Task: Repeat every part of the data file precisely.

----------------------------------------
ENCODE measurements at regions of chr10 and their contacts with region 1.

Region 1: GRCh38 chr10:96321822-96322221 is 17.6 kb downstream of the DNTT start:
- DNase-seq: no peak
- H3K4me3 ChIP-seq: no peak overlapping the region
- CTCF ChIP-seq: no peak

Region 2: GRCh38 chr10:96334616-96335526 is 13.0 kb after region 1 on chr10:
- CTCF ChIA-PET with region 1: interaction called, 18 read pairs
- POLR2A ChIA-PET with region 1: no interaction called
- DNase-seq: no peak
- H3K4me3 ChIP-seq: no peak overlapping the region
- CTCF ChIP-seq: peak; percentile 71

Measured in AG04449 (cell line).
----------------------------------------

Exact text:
ENCODE measurements at regions of chr10 and their contacts with region 1.

Region 1: GRCh38 chr10:96321822-96322221 is 17.6 kb downstream of the DNTT start:
- DNase-seq: no peak
- H3K4me3 ChIP-seq: no peak overlapping the region
- CTCF ChIP-seq: no peak

Region 2: GRCh38 chr10:96334616-96335526 is 13.0 kb after region 1 on chr10:
- CTCF ChIA-PET with region 1: interaction called, 18 read pairs
- POLR2A ChIA-PET with region 1: no interaction called
- DNase-seq: no peak
- H3K4me3 ChIP-seq: no peak overlapping the region
- CTCF ChIP-seq: peak; percentile 71

Measured in AG04449 (cell line).